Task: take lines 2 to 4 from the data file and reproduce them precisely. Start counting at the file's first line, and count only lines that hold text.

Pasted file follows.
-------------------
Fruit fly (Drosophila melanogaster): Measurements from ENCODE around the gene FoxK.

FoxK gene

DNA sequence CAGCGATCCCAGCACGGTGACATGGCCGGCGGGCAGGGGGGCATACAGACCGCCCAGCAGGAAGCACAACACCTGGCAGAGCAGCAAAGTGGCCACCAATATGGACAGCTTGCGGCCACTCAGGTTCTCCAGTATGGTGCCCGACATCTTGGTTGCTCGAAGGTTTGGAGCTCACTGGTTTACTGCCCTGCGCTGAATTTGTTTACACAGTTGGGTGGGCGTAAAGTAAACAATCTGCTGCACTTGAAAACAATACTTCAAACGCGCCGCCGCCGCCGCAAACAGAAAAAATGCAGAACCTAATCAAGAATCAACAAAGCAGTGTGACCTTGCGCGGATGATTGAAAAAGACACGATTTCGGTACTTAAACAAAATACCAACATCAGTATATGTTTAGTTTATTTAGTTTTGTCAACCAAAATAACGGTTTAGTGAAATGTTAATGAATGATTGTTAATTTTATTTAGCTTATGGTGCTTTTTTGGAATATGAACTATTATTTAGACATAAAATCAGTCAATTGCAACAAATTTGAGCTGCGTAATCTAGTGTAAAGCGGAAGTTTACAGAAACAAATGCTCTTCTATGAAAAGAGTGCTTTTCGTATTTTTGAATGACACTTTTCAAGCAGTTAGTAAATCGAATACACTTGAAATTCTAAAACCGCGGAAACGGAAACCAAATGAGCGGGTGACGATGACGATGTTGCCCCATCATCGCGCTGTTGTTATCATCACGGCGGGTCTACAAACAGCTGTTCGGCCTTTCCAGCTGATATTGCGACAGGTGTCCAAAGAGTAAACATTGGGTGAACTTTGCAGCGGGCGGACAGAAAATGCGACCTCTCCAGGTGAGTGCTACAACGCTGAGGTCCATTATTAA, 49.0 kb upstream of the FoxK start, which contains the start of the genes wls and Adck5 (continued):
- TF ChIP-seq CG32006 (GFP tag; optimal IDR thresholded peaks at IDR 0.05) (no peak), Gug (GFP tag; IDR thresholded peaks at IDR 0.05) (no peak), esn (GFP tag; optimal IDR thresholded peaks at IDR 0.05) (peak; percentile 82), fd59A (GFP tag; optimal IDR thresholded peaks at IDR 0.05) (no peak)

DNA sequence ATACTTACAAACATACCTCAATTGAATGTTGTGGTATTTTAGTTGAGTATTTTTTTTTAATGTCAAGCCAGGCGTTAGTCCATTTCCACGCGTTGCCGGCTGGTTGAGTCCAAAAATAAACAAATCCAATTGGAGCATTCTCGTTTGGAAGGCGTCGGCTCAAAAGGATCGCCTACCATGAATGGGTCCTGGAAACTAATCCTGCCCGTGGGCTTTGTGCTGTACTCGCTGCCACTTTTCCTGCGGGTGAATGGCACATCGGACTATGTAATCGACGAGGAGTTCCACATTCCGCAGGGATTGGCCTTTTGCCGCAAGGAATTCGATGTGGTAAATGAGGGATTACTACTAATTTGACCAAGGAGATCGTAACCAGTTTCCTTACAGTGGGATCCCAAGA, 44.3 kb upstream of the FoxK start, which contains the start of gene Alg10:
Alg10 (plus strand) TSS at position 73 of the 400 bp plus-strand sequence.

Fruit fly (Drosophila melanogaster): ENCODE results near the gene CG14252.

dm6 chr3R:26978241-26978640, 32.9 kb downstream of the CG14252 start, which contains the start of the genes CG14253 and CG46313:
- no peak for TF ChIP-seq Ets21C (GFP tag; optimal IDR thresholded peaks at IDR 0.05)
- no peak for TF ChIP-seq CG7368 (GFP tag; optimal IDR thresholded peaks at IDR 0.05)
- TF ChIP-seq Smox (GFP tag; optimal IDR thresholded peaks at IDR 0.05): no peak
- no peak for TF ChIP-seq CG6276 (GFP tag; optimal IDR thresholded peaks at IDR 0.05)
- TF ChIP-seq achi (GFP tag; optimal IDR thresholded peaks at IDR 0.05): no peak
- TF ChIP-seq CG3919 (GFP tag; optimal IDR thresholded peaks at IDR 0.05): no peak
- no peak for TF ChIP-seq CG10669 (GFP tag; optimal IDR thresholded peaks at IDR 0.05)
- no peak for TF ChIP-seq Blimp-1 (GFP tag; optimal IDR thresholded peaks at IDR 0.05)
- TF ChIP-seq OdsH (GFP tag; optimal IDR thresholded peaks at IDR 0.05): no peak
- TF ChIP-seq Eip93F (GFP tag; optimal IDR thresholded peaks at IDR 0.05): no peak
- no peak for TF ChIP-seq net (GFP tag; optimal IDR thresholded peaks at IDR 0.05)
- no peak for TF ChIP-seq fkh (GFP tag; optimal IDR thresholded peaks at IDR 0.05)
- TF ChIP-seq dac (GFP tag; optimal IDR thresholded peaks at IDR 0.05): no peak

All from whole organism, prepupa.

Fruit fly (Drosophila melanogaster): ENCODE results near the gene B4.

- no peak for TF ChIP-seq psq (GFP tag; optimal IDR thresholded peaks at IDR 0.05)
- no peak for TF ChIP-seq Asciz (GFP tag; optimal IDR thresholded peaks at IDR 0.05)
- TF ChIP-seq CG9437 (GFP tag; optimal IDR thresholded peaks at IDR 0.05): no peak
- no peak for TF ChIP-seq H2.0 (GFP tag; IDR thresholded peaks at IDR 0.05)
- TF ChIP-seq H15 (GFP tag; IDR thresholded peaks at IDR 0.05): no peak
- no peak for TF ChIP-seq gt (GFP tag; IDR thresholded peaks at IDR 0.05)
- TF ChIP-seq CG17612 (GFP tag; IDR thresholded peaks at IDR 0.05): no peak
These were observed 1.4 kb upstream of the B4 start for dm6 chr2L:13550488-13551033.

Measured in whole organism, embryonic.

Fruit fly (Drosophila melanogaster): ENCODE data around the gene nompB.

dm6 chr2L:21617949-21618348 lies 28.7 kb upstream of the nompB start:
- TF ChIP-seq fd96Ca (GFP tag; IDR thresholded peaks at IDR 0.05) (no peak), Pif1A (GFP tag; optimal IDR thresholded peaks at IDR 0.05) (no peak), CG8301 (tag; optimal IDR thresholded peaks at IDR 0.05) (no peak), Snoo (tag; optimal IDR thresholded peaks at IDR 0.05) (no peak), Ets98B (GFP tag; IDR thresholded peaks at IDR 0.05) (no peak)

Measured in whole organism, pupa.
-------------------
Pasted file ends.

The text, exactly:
FoxK gene

DNA sequence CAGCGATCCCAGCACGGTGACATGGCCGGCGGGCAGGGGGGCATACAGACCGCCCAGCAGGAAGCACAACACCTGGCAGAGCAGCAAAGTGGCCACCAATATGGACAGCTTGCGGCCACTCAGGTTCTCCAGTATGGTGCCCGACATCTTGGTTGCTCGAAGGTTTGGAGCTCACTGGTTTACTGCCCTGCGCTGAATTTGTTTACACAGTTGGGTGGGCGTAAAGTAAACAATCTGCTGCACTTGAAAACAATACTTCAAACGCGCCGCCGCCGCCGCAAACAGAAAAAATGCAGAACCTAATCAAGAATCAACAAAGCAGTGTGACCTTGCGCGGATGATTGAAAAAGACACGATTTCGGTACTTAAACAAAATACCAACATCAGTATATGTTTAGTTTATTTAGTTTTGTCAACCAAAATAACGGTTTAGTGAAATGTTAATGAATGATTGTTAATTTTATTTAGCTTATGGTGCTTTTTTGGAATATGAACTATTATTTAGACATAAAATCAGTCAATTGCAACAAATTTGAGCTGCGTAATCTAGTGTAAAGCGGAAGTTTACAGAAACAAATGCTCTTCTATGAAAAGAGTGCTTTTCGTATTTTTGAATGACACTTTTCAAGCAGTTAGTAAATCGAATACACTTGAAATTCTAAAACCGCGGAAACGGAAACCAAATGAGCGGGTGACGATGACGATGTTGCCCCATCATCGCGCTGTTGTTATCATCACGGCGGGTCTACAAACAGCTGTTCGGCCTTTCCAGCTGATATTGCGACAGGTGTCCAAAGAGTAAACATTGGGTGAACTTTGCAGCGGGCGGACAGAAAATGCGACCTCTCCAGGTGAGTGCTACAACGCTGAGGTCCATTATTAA, 49.0 kb upstream of the FoxK start, which contains the start of the genes wls and Adck5 (continued):
- TF ChIP-seq CG32006 (GFP tag; optimal IDR thresholded peaks at IDR 0.05) (no peak), Gug (GFP tag; IDR thresholded peaks at IDR 0.05) (no peak), esn (GFP tag; optimal IDR thresholded peaks at IDR 0.05) (peak; percentile 82), fd59A (GFP tag; optimal IDR thresholded peaks at IDR 0.05) (no peak)